Anyone who buys a Chromebook would need to create a Google account. Many, like me, would have already used Gmail, so they could use this to register their first-ever Chromebook. For others who may have used another email provider like Hotmail. Would still need to create a Google account to register their Chromebook. It’s most likely many users in this position never started to use their Gmail email address, and continued to use their Hotmail account.
Managing two email addresses
Although it’s perfectly possible to continue using an email address other than Gmail when you own a Chromebook. Is it really something that makes much sense? Chrome OS and Gmail go hand in hand, and using one without the other is a bit of an oddity.
When you consider your Google account gives you access to Gmail, Google Drive, Google Docs and many other services. All the things we most likely use if we own a Chromebook. It makes perfect sense to use the Gmail email address attached to our Google account.
If you own a Chromebook and can’t see yourself ever going back to a Windows PC. Then it makes sense to only have one email address to manage. Out of all the email providers available in 2022, it’s Gmail that I consider as being the one that will be around the longest.
Also, now that I am 100% Google, which means I own a Chromebox, a couple of Chromebooks, a Pixel phone, a Google TV, and a couple of Google Home speakers. I can’t imagine being part of that ecosystem and using an email address from another provider. It just makes no sense.
If you use an ISP email address, change it now
Something that still amazes me is how many people still use an email address provided by their internet service provider (ISP). The issue with doing this is that your email address will only be valid whilst you’re with that ISP.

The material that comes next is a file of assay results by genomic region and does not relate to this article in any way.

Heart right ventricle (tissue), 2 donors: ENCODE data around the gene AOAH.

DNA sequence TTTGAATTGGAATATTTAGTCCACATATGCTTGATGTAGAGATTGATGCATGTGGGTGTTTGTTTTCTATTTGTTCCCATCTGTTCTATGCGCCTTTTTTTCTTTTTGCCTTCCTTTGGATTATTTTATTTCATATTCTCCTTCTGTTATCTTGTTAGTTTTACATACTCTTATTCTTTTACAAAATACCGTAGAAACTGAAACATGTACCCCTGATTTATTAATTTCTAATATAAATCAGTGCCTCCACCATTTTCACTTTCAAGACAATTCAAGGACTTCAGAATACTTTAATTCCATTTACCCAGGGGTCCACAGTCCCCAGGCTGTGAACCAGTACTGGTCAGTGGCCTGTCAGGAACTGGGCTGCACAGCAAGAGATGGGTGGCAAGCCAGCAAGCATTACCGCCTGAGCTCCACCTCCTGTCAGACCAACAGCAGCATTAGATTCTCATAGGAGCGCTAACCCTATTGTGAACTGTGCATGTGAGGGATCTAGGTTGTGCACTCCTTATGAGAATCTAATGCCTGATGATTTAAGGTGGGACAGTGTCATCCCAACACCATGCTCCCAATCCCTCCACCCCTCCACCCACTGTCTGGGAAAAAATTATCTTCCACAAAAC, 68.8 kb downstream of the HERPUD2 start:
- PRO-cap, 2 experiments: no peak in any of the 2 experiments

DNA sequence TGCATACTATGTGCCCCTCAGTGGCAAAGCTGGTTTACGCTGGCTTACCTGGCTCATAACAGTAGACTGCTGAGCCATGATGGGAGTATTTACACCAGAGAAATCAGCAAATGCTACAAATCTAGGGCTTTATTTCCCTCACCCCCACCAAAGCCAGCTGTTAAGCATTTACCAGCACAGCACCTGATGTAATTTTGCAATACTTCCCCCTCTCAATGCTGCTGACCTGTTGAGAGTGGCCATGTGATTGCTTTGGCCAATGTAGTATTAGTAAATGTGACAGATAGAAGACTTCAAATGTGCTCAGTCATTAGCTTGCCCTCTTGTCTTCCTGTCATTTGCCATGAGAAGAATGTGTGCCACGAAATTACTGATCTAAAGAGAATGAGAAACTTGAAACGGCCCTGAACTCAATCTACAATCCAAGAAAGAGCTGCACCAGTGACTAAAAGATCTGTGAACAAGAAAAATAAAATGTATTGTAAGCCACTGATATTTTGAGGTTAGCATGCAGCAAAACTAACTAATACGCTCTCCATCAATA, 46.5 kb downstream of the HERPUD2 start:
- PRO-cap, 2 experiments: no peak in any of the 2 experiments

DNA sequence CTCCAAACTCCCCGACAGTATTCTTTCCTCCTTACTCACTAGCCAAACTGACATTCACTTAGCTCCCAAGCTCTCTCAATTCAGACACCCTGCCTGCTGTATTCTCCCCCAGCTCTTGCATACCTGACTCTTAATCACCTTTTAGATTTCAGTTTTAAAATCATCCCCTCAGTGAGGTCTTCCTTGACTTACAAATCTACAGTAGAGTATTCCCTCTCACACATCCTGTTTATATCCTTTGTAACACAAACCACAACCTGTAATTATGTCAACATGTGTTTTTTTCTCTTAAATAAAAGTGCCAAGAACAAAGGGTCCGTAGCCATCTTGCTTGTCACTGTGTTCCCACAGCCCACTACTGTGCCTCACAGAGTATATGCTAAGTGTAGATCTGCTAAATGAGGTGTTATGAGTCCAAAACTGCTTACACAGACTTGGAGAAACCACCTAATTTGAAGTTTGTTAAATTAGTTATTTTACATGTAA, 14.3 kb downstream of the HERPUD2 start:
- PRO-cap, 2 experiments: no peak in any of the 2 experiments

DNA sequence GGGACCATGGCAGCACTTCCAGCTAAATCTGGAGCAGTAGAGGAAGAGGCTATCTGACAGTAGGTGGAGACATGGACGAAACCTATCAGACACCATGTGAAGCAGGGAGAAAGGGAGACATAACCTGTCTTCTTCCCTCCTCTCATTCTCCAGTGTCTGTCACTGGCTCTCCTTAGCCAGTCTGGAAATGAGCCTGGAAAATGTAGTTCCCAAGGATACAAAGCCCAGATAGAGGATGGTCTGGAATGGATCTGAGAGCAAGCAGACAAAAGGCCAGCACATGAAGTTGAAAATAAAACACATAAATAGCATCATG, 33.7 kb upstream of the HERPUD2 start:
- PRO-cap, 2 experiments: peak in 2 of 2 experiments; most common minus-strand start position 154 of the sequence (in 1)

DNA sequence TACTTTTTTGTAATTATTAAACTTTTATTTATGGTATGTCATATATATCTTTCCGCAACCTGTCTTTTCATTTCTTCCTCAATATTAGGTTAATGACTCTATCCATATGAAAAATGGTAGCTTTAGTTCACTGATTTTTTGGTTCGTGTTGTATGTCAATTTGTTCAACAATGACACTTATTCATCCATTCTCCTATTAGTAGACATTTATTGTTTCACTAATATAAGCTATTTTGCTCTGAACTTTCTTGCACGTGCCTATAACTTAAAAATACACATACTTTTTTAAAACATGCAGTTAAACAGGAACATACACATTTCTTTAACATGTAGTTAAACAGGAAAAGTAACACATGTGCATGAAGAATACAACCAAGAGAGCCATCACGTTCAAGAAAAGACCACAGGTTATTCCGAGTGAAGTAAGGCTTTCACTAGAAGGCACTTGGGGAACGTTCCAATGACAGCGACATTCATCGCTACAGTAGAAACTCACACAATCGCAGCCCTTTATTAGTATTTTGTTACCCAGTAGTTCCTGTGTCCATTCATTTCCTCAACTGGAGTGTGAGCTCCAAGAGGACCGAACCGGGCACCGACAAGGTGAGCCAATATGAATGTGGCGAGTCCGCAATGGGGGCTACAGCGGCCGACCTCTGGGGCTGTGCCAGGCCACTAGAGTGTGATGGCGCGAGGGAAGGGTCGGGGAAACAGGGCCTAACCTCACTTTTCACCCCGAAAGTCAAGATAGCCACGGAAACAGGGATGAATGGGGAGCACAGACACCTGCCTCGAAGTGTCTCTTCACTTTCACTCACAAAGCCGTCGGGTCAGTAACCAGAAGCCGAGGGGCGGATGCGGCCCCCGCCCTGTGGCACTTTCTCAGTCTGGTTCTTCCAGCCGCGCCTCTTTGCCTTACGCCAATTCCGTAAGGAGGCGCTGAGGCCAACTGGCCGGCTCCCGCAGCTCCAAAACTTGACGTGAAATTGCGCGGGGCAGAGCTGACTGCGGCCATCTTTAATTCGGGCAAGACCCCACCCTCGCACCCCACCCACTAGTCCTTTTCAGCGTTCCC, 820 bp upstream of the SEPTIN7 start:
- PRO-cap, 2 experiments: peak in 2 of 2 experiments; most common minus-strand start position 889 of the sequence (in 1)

If you decide to change your ISP because you want faster broadband speeds, which are only available elsewhere. Or perhaps you regularly change your ISP to get the best price. Using an email provided by your ISP is a way for them to keep you tied to them.
If you do leave your ISP the email address you have with them will be terminated. This means you’ll lose access to your emails. Therefore, I would strongly suggest avoiding using an email provided by an ISP.
It’s easy to switch to Gmail
Most email providers offer a forwarding service. This allows you to forward your emails to a different email address. This makes it much easier to move over to using Gmail because any emails sent to your older email address can be forwarded to your Gmail.
If you decide to do this and start using Gmail for all future online account registrations. It should only take a few months before you can safely start to forget about your older email address. It’s still a good idea to regularly log in to your old email service. This is because some of them may terminate the service if you don’t log in regularly.
However, after about six months you should be in a situation where you’ve changed all your accounts over to your new Gmail address. This would mean you’ll no longer have to worry about managing multiple email addresses.
Although it isn’t necessary to use Gmail as your main email provider if you own a Chromebook. It makes it much easier to do this if you don’t use any other type of computer. Of course, all our situations are different, so there may be reasons why you still want to hold onto your old email address.
If on the other hand you’ve moved over to the Chromebook and cannot see that changing anytime soon. Then I’d strongly suggest making the move and making your Gmail address linked to your Google account your primary email address.
If you own an Android phone as well as a Chromebook. Then the argument for using Gmail rather than any other email provider is even stronger. Using Gmail when most of your products are made by Google will make your online life much easier to manage.